Make sure you are maximising the tax deductions for your investment property this financial year. Bigger tax deductions means less tax payable to the ATO, and a much needed tax return for many investors.
Here we look at the 5 biggest tax deductions claimed by landlords each year.
Include these in your tax return where they are applicable to you, and you are on your way to maximising your cash returns.
1 - Interest and Fees on your investment loan
If you took out a bank loan for the purchase of your rental property, you are entitled to claim a deduction for the interest charged on that loan.
This means that if you paid $15,000 interest for the financial year and bank fees of $150 during the same time period, then you can claim that full $15,150 as a tax deduction.
If your property was rented out for only part of the year, then your accountant can make a pro-rata claim for the period that it was leased.
2 - Capital Allowances and Depreciation (Division 43 and Division 40)
These tax deductions are for the general wear and tear and ageing of your property over time.
Together, these deductions are some of the biggest tax deductions claimable by investors, and are also the most often missed.
Speak with a quantity surveyor to find out what deductions you could be claiming on your property because results vary depending on the type of property, when it was bought, how old it is, how long you’ve owned it, and any improvements made to the property.
A quantity surveyor will consider all of this data and more, and complete a tax depreciation schedule for you. This tax depreciation schedule tells you the total amount you can claim every year. Learn more about depreciation schedules here.
3 - Property advertising and management fees
Any fees that you have incurred while attempting to find a tenant for your property (online/print/signage etc) can be claimed against the income generated by that property. Likewise, any fees, payments or commissions paid to your agent to manage your property during this time can also be claimed.
4 - Insurances
One of the most important expenses you will have will be the cost of your insurance premiums and this too can be claimed against your rental property. Should you need to claim part of this expense due to a partial rental year or multiple properties insured together – your insurance provider can help with a breakdown.
5 - Repairs and property maintenance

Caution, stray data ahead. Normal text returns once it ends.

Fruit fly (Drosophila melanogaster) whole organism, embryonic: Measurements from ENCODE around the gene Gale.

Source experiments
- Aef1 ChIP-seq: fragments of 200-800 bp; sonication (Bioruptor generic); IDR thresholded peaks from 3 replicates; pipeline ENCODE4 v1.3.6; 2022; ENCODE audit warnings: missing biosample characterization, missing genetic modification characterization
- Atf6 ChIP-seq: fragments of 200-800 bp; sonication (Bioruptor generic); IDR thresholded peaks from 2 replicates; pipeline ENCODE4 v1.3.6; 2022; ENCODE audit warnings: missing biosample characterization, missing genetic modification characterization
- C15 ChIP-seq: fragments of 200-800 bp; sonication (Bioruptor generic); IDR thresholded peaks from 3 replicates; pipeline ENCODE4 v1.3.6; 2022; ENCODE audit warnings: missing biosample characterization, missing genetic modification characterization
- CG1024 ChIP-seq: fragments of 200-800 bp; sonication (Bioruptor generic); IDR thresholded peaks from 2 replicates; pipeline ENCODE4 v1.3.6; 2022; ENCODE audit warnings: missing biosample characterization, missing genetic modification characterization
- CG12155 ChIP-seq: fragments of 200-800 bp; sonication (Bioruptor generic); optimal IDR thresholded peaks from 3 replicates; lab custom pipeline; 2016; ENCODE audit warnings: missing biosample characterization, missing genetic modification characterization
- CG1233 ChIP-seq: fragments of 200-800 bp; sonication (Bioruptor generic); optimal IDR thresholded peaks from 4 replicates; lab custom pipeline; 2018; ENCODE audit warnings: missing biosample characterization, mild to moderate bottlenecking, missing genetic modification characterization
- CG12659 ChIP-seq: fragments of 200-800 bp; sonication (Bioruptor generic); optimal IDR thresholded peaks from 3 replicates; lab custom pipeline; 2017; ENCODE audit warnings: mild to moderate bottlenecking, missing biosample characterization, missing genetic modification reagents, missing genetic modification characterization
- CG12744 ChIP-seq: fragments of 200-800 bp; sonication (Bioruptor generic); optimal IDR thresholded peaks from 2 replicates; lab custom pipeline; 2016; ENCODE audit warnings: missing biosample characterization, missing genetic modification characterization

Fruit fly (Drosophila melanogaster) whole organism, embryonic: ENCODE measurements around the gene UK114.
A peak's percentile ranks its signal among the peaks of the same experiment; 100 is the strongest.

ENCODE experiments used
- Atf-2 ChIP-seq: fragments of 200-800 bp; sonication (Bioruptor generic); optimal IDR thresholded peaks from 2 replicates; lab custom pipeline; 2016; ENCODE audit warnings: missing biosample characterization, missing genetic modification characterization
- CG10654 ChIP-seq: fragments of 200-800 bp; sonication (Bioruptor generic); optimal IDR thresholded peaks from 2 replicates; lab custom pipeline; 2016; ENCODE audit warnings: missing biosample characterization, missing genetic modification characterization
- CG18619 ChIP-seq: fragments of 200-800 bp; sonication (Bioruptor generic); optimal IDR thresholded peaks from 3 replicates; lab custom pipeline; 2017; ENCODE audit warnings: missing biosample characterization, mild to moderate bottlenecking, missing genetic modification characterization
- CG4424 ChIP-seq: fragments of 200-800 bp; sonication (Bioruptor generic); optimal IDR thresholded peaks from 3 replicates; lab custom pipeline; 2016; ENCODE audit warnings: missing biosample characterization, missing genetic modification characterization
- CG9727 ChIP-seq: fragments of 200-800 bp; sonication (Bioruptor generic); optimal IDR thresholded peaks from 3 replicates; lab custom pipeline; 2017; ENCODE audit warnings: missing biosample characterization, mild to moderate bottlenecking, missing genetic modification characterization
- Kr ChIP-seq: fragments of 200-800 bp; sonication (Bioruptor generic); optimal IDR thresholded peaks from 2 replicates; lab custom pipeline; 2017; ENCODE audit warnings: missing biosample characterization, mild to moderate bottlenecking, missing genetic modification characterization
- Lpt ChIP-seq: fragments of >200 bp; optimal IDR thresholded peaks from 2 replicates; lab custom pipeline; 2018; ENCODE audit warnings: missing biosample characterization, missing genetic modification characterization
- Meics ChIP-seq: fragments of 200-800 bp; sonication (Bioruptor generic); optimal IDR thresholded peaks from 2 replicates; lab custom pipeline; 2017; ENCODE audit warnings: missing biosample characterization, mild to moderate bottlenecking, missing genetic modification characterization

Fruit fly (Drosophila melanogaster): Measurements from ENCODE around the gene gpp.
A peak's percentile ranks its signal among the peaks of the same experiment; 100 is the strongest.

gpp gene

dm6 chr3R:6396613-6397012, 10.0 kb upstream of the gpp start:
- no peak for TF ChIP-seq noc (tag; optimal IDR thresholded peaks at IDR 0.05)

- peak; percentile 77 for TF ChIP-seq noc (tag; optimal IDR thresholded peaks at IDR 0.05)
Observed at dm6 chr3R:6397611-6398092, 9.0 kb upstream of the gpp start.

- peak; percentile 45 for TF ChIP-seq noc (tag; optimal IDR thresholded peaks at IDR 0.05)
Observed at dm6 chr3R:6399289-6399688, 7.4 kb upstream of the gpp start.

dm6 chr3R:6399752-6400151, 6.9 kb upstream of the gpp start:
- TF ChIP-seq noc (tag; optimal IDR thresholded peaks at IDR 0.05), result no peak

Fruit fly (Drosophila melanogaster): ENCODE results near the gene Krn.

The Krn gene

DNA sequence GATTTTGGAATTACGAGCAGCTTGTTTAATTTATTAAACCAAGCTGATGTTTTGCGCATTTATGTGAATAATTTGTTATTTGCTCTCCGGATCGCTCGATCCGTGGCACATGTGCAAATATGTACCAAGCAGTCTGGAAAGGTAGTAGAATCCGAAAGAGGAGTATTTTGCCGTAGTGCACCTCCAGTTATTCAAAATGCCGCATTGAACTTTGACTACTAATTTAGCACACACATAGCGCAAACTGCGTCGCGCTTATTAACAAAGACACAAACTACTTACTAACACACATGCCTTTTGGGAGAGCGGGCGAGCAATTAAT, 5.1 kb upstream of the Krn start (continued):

Repairs and maintenance are the works that you complete in order to remedy a defect or to prevent and/or fix deterioration.
These repairs and maintenance works can be claimed in the current year as a deduction and include repainting a room, mending fence palings, regular maintenance of a swimming pool filter or having an electrician fix a broken fan.
Keep in mind that any works completed to improve the property beyond its original condition at purchase are likely to be considered capital improvements and will be claimable under number 2. To learn more about the difference between repairs and maintenance and capital improvements check out our blog here.
To make sure you don’t miss these 5 (or any other) deductions that you may be entitled to, download our easy to use and FREE Residential Property Tax Deduction Checklist!
Important Note: tax deductions, eligibilities and results will be different depending on your circumstances and we recommend you seek the advice of your accountant to ensure you are claiming your tax deductions correctly, and in accordance with your personal circumstances.
Mark is an expert quantity surveyor, business owner, public speaker and property developer. With 20+ years experience in the construction and quantity surveying industry Mark’s specialist expertise have been sought in consultant capacity by professional bodies such as the National Institute of Accountants and the National Tax and Accountants Association, and he has presented at various property and tax seminars and expos nationwide. Mark holds a Bachelor of Construction Management from the University of Newcastle, is an affiliate member of the Australian Institute of Quantity Surveyors and a Registered Tax Agent.View all posts by Mark Wilkins